The digital era introduced some unsavory variants to traditional check fraud scams. Social media platforms provide criminals with the public portal and visibility to boast about their crimes and incentivize their peers, as they occasionally seek validation or hope to inspire their teammates. These criminals also rely on the dark web to sell stolen checks and related paraphernalia, like stolen mailbox keys, to other criminals within their vast networks.
Related Reading: New ransomware HavanaCrypt poses as Google software update
A new strain of ransomware has been making victims for the past two months, masquerading as a Google software update application and reusing an open-source password management library for encryption. Dubbed HavanaCrypt by researchers from Cybereason, the new ransomware program features anti-analysis, data exfiltration and privilege escalation mechanisms, but doesn’t seem to be dropping a traditional ransom note.
Gain access to personal mail
Stolen mailbox keys, or arrow keys, are commonly featured for sale on the dark web or platforms like Telegram (where they’ve been known to sell for upwards of $7,000) because they’re one of the main methods available to illegally access personal mail. A report from USPS revealed that complaints of mail theft rose 161% between March 2020 and February 2021.
Mail theft and subsequent check fraud via this technique has captured attention at the highest level; Congresswoman Eleanor Holmes Norton has made inquiries of the United States Postal Service (USPS) regarding this issue. The USPS responded that it is aware and taking action to prevent this crime but they’re under-resourced, which makes it far more challenging to fully investigate these attacks. Ultimately, it falls on everyone to do what they can to prevent check fraud, as postal workers are being attacked.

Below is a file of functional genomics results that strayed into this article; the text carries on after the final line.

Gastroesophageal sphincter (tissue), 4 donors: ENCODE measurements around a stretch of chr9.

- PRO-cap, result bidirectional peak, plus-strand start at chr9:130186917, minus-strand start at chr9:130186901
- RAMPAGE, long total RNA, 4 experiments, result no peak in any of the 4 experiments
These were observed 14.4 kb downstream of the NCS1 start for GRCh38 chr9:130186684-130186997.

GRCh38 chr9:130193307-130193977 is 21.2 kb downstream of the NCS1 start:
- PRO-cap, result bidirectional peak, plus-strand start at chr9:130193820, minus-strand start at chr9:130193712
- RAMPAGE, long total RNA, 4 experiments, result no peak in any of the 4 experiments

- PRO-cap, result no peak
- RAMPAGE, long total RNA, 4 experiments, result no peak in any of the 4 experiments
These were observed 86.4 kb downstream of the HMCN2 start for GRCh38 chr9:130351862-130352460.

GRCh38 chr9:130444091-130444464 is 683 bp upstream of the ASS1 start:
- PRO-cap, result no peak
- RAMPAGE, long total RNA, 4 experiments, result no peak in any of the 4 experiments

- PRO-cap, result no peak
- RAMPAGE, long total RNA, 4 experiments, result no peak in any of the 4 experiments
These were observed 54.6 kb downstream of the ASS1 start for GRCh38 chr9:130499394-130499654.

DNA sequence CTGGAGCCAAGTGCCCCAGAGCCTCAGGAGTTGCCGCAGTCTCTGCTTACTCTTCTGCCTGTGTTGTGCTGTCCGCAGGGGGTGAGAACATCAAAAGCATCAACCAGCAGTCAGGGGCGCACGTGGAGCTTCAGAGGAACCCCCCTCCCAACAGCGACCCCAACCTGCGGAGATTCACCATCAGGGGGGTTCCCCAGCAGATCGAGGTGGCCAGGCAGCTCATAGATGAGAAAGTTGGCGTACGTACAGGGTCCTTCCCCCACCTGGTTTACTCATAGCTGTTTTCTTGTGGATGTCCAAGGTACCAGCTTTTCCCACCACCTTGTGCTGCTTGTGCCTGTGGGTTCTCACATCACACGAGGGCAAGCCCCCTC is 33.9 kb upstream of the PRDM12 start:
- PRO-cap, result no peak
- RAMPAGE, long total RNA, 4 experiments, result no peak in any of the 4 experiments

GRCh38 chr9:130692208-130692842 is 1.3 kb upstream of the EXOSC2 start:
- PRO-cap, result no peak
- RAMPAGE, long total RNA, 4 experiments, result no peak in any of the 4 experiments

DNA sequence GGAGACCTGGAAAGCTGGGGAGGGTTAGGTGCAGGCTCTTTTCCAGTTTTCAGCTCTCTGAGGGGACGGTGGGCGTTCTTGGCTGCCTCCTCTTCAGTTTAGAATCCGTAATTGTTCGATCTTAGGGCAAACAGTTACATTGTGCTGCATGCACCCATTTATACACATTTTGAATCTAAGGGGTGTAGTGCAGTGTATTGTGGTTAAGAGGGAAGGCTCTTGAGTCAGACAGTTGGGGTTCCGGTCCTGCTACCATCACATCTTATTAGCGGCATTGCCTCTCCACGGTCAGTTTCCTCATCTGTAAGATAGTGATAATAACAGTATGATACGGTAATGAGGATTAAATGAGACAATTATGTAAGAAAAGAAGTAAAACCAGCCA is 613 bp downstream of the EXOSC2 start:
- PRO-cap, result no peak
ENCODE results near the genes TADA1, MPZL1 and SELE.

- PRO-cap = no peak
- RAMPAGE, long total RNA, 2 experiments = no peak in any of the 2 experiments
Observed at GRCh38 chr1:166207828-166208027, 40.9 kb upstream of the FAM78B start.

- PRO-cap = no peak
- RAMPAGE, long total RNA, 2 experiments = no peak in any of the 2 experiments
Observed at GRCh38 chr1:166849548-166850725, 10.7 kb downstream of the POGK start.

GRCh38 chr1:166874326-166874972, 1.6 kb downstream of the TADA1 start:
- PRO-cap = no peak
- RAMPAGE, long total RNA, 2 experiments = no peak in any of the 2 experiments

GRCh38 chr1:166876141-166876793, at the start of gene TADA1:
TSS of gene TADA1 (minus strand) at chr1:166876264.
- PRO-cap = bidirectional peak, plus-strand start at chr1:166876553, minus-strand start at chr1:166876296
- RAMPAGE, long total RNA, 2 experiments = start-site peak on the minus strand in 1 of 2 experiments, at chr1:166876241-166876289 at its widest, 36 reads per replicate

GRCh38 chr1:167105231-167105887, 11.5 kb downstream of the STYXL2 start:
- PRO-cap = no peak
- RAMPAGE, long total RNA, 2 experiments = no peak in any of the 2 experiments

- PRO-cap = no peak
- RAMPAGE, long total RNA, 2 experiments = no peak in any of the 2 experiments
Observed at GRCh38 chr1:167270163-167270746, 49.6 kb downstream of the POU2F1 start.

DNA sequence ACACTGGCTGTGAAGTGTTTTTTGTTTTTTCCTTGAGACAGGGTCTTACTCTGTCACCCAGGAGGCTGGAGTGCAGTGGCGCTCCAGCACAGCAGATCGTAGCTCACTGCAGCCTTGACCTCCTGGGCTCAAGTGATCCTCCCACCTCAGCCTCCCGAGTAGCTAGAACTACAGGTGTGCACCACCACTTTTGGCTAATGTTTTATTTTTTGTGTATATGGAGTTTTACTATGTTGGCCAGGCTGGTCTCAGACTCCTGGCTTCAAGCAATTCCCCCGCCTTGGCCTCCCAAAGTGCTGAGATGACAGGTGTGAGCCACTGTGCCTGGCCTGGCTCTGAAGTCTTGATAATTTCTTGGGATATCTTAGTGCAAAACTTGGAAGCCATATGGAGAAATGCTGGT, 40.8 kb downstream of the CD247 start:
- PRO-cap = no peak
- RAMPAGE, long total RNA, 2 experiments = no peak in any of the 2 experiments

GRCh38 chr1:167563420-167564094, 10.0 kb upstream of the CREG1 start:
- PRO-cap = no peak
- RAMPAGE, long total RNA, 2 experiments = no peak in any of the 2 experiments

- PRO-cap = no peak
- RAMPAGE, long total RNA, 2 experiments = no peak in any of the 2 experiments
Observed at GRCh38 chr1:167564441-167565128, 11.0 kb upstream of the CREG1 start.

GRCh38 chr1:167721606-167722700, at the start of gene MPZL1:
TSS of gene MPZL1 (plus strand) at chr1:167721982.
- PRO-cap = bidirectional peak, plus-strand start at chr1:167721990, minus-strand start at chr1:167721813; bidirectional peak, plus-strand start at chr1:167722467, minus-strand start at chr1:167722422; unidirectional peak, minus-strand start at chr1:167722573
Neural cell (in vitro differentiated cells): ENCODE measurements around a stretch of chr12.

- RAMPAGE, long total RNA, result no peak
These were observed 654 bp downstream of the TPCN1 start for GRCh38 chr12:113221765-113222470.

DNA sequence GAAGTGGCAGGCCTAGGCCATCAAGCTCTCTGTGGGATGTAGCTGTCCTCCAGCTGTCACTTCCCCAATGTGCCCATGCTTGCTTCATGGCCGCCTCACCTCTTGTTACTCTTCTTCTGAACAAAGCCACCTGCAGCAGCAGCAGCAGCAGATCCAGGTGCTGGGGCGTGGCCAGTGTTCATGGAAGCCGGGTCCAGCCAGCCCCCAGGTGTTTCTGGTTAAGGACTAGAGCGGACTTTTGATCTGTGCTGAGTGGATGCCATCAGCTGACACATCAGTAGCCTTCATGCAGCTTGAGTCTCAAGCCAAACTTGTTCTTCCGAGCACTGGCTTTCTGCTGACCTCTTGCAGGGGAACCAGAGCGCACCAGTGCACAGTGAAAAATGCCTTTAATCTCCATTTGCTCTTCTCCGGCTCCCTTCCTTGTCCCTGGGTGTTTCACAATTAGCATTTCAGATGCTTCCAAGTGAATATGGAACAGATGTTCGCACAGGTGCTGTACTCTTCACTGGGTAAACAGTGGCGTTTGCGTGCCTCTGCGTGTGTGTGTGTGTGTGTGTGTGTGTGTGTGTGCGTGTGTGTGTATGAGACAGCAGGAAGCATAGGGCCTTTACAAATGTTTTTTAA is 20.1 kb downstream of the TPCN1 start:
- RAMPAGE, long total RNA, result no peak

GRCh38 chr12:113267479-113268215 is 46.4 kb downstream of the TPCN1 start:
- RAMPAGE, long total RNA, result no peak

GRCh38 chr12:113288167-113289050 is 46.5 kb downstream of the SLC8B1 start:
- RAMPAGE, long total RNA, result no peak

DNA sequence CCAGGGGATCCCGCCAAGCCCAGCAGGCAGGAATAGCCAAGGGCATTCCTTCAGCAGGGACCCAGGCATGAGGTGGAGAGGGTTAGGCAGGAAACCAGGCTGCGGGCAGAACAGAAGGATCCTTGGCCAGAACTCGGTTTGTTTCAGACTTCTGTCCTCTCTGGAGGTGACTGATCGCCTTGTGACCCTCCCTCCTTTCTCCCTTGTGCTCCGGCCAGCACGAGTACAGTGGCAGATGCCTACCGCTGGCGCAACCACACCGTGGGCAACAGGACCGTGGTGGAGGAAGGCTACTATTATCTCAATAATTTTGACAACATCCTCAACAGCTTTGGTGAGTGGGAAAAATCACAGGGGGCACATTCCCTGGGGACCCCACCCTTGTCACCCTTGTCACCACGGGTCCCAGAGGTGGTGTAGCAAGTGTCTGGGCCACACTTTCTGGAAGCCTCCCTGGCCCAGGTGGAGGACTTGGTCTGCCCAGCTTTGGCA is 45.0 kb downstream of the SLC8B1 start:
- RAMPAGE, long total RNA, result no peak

Leverage Peer-2-Peer Platforms
Yet another example of the digital twist on this crime is the use of P2P platforms, like Cash App, to augment check fraud. Criminals are targeting people through tactics like fake job offers. Victims are instructed to deposit substantial checks into their bank account as an advance for job-related items, like computers or supplies, and then told to send the deposited funds to a different person through a P2P app. Ultimately, the victim realizes the check was fake, leaving them responsible for the losses. In this scenario, criminals capitalize on Regulation CC, which enables customers to immediately use at least a portion of deposited funds prior to the check clearing. With knowledge of regulatory requirements along with a bank’s corresponding funds availability policies, they use this information to obtain a portion of deposited funds prior to the check bouncing.
Economic and Strategic Research Group expects total home sales to decrease 16.2% in 2022